Of course, as I have formulated it, this theory is very vague. In particular, I don’t give any precise figure to clarify what I mean by “rapidly diminishing marginal return” or “not very large effect”, but the truth is that I don’t think you can say anything more precise and people who claim otherwise are trying to fool you or are fooling themselves. I constantly see people on both sides of the debate throwing studies at each other that purport to estimate the effect of non-pharmaceutical interventions and allegedly prove that lockdowns and other stringent restrictions either work or don’t work. Those studies give very precise estimates of the effect of non-pharmaceutical interventions with confidence intervals that look very “scientific”, but all of that is completely meaningless because the models are poorly specified, the studies are plagued by omitted variable bias, measurement error, simultaneity, etc. Just remember how intractable it was to even figure out exactly when incidence started to fall in England, where there are much better data than virtually anywhere else in the world, then just imagine trying to disentangle causality in that mess with far noisier data. No wonder that you can find such inconsistent results in the literature on the effect of non-pharmaceutical interventions. In my opinion, the only studies that you may be able to take kind of seriously are those that use a quasi-natural experiment to estimate the effect of restrictions in a single country, such as this study on locally imposed lockdown in some Danish municipalities last November, which found no clear effect. But the conclusions of such studies can’t easily be generalized to other countries, so even they are not that useful.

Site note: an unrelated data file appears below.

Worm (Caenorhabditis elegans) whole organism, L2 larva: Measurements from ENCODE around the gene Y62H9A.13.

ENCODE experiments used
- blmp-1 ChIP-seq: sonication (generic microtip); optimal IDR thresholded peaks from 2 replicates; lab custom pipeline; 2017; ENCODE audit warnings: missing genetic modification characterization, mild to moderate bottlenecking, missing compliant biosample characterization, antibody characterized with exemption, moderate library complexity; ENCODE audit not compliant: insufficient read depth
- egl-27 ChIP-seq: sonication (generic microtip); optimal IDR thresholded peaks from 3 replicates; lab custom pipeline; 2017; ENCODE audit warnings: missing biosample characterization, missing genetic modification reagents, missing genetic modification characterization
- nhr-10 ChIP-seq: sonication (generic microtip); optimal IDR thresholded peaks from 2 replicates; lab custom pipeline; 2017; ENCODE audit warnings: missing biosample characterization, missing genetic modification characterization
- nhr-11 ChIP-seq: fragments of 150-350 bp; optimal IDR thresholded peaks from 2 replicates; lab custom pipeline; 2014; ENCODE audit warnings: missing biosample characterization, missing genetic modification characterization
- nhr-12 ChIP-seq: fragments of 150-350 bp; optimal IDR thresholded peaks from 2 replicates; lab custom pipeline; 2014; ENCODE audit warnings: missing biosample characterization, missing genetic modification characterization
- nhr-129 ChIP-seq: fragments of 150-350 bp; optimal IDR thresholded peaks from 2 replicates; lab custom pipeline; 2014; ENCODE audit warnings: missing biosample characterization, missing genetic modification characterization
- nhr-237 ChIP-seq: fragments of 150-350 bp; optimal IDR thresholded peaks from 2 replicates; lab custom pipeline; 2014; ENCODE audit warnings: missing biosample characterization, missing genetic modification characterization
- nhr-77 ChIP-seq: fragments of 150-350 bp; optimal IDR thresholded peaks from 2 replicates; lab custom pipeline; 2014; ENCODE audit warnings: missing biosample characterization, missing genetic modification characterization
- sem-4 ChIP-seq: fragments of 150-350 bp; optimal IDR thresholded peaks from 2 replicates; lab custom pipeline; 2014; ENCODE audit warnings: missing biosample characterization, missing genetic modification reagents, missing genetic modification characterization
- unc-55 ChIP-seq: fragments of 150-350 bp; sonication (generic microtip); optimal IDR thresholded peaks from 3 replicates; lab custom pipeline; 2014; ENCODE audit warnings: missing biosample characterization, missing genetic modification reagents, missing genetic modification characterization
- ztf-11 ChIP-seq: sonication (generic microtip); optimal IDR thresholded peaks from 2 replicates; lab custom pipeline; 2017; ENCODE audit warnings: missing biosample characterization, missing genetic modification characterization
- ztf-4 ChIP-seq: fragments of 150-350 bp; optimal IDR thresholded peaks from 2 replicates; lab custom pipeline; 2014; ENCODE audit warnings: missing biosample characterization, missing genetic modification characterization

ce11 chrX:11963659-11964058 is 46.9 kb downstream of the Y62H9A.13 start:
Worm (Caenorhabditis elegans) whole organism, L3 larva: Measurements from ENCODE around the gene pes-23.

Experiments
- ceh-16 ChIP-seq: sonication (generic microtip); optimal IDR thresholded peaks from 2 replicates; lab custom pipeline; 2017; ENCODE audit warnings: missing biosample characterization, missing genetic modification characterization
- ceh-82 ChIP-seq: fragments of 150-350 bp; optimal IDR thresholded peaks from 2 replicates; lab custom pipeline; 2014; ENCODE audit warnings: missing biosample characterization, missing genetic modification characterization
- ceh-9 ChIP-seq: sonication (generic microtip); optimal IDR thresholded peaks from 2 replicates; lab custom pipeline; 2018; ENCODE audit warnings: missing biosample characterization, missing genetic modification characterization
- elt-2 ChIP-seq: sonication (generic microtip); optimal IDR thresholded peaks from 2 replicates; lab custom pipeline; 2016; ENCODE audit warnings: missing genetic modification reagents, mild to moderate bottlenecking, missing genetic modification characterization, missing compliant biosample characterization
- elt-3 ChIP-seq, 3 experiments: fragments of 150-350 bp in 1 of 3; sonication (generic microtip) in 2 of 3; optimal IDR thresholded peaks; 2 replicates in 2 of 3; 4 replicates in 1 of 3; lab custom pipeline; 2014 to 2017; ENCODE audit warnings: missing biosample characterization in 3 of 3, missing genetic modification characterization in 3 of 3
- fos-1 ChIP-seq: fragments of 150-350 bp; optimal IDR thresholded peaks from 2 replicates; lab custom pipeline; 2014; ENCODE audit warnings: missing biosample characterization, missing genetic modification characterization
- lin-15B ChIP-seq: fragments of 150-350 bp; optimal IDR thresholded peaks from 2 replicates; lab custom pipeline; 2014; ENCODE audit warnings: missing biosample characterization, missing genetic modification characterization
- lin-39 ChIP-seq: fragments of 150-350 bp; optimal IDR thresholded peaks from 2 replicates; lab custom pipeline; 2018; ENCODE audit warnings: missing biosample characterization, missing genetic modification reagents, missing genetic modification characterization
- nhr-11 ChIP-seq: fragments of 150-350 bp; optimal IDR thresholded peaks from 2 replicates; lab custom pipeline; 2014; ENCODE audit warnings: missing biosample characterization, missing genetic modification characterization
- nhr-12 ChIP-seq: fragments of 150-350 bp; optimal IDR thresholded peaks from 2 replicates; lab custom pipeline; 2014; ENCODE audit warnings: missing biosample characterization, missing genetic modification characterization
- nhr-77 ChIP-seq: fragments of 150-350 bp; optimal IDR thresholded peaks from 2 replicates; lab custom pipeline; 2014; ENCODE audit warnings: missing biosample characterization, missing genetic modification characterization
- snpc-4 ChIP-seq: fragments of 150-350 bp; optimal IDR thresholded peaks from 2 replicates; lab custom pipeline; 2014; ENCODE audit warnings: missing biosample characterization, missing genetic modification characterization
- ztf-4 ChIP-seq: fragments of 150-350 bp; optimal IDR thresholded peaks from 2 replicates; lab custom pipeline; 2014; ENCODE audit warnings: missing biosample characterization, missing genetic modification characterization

However, I know that studies published in prestigious scientific journals exert a strong pull on people, so let me say more about the literature on the effect of non-pharmaceutical interventions. There are so many studies that claim to show that restrictions have a very strong effect on transmission, and so few people who have actually looked at them in detail, that I know people won’t take seriously my theory unless I do. In fact, when you take a close look at those studies, it becomes clear that none of them can possibly refute my theory and that all of them are completely unreliable if my theory is true. Most studies about the effect of non-pharmaceutical interventions fall roughly into 2 categories. First, you have studies that fit an epidemiological model, typically a compartmental model of some kind, on epidemic data. Non-pharmaceutical interventions are assumed by the model to affect transmission in a certain way and their effect is estimated by fitting the model. The other type of studies use econometric or machine-learning methods to estimate the association between non-pharmaceutical interventions and the growth rate of the epidemic or some related quantity such as R.